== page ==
Print 37 comment(s) - last by michael2k.. on Dec 4 at 11:02 AM

Apple's iPhone is stealing market share from dominant smartphone makers like Nokia and Palm

If you ask the average person to name a smartphone, many of them will blurt out iPhone. Since the iPhone 3G launched the mobile device has become one of the most popular phones around.

New data was announced this week that shows the iPhone now holds 16.6% of the entire global smartphone market for the quarter ending in September. The top smartphone brand globally is Nokia with 43.6% of the market.

A year ago Nokia held a massive 63.6% of the smartphone market, the loss of slightly more than 20% of its market share is squarely due to the soaring popularity of the iPhone 3G. According to Electronista, analysts cite the iPhone 3G as the reason that the smartphone market hasn’t had a significant slowdown.

Smartphones from RIM and those running Windows Mobile saw slight downturns over the quarter. Microsoft's Windows mobile platform holds 17% of the smartphone market and Palm OS devices hold 10% of the market. Much of that is likely thanks to the low-cost Palm Centro that has been one of the best selling smartphones in America.

Analysts claim that the increasing popularity of the iPhone signals a wider preference for the business model used by Apple and Palm where they make their own operating systems and have control over the hardware.

Analyst Charlie Wolf from Needham said, "The Symbian operating system is generally considered to be less robust than Windows Mobile or the Palm OS. But Symbian was able to retain a huge lead over competing operating systems chiefly through Nokia’s endorsement and marketing muscle, especially in Europe, along with Microsoft’s difficulties in attracting major handset manufacturers."

Wolf doesn't feel that RIM's Blackberry Storm will gain traction and pose a significant challenge in the market. He cites high-profile mixed or negative reviews that show the Storm doesn’t challenge the iPhone and leaves traditional Blackberry users out.

Strangely, Electronista cites data showing that the iPhone is currently the second most popular smartphone in America behind the Blackberry. NPD released data in November that showed the iPhone was not only the most popular smartphone in America, but the best selling phone in the country overall.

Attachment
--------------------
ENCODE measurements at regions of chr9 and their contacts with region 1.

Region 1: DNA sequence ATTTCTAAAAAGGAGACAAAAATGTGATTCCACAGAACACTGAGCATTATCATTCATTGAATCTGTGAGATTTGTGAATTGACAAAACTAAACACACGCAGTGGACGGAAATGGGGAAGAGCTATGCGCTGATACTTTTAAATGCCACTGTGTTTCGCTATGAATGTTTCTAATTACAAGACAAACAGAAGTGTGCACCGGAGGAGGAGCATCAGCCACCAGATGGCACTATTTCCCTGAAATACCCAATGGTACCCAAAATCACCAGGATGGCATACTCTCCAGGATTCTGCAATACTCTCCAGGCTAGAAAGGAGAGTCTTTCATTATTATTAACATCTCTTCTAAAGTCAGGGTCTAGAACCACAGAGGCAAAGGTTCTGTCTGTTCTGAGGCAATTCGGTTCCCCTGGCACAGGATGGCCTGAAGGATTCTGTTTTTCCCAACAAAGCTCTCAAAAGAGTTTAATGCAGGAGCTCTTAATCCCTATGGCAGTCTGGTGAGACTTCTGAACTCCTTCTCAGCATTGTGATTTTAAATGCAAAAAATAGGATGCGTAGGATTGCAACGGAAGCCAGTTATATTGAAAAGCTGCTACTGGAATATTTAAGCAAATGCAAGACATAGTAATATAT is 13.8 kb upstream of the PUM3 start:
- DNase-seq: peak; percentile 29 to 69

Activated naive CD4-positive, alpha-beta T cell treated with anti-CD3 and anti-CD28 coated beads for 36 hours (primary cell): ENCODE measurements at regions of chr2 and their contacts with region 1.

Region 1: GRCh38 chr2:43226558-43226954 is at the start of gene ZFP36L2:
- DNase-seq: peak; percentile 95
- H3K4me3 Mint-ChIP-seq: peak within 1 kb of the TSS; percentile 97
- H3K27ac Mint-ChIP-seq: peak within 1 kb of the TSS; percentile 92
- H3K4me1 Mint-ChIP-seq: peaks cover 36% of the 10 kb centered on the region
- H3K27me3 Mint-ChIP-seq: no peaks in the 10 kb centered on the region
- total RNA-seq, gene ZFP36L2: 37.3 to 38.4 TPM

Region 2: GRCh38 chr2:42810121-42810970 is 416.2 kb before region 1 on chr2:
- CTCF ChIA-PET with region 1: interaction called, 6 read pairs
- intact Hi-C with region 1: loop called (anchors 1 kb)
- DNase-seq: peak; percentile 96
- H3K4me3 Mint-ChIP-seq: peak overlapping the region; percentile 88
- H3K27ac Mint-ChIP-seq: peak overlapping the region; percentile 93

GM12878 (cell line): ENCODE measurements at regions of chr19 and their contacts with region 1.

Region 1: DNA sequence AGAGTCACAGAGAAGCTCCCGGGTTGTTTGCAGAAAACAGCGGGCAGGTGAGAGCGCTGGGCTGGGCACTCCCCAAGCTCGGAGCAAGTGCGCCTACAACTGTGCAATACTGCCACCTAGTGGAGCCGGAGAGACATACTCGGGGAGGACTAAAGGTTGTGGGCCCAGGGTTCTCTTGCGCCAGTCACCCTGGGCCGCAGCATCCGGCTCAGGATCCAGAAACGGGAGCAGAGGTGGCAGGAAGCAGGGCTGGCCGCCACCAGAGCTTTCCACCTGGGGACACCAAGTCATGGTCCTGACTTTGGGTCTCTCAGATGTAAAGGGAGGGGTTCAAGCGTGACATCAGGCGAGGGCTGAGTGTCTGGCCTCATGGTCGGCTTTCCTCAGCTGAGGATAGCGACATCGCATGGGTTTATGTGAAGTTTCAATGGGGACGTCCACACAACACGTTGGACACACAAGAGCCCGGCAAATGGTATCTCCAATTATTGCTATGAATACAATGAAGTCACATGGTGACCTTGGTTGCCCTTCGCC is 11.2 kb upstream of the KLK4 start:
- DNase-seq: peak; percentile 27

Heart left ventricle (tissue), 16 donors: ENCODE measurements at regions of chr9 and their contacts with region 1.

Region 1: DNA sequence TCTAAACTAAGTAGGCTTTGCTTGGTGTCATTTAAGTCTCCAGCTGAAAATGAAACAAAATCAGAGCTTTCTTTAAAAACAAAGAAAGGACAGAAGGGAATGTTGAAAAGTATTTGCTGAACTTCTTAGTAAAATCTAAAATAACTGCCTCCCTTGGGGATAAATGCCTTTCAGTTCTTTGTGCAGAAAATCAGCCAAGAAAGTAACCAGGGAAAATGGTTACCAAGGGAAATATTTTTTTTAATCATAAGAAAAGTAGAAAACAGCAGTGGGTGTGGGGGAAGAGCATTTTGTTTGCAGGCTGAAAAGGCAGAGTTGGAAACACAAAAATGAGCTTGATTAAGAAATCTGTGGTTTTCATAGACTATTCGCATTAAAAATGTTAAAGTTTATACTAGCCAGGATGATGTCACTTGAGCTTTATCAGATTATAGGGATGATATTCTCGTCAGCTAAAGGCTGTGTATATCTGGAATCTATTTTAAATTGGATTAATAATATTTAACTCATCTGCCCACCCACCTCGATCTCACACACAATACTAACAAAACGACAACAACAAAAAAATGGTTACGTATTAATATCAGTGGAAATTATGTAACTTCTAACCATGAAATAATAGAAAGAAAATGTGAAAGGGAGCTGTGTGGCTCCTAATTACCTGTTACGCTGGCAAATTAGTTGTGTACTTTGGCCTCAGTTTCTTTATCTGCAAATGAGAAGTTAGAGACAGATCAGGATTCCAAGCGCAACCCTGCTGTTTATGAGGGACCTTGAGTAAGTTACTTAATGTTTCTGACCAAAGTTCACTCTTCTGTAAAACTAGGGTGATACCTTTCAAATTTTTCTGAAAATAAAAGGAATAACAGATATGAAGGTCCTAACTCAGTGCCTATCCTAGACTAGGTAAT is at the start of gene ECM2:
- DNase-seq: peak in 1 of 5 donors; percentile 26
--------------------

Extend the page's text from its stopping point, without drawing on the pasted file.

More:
It's interesting that while the popularity of the iPhone is undeniable, it still lacks some of the basic features that other phones offer. The iPhone has been criticized for its poorly performing camera that can't record video. The phone also lacks voice-dialing built-in, though some Apps for the device can fix that omission. Among the other missing features iPhone users wish for are copy and paste, the ability to synchronize iTunes over Wi-Fi, landscape view for the emails, and the ability to hide icons that aren't needed.

The iPhone also makes for an excellent gaming platform, though the iPod touch is faster by some accounts for gaming. Apple has also found itself in hot water over its advertising campaigns for the iPhone. The court proceedings center on ads that boast in a cheeky manner about the speed of the iPhone. Some consumers have claimed that the ads are misleading; Apple basically said in court documents that consumers who believe those ads are fools.

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RE: Same Bat time, same Bat channel...
By michael2k on 12/3/2008 1:05:56 PM , Rating: 4
I wouldn't make that bet. What's different now than in 2001 after Apple released the iPod?

The manufacturers may be more saavy, but not that much more or Apple would never have had to release an iPhone in the first place.

In case your history is lacking, Apple's iPod was released in 2001; their next closest competitor, Creative Labs, didn't release a similarly sized and featured product until 2004.

Apple released the iPhone in 2007, and now it's 2008 with nary a real challenger (the Storm and G1 have had mixed reviews, unlike the iPhone, and as someone else mentioned the N97 uses a resistive touchscreen). Microsoft won't have a solution until late 2009, so no WinMo phone will be able to enter the fray until then. The fact that Nokia is losing marketshare is not good.

Of course I'll be modded down as a fanboy, but the point stands: The iPhone is popular, growing faster than rivals, and unmatched (for now). If anyone matches the iPhone, it will be the old 2007 model (the Storm doesn't even have WiFi!), and if they catch up to the current iPhone, Apple will release a new model with additional features and capabilities (of course, like cut and paste and voice dial and video, but also other features the competitors won't imagine).

RE: Same Bat time, same Bat channel...
By mondo1234 on 12/3/2008 2:24:12 PM , Rating: 2
"There's no chance that the iPhone is going to get any significant market share. No chance," said Ballmer

Ballmer said wouldnt happen and I believe him.
All Hail Ballmer

By othercents on 12/3/2008 3:13:42 PM , Rating: 2
So 16.6% isn't significant? Darn I wish I had 16.6% of the market share.


By kelmon on 12/4/2008 7:04:38 AM , Rating: 2
What I want to know is, why isn't that the quote at the end of this article?

"This week I got an iPhone. This weekend I got four chargers so I can keep it charged everywhere I go and a land line so I can actually make phone calls." -- Facebook CEO Mark Zuckerberg
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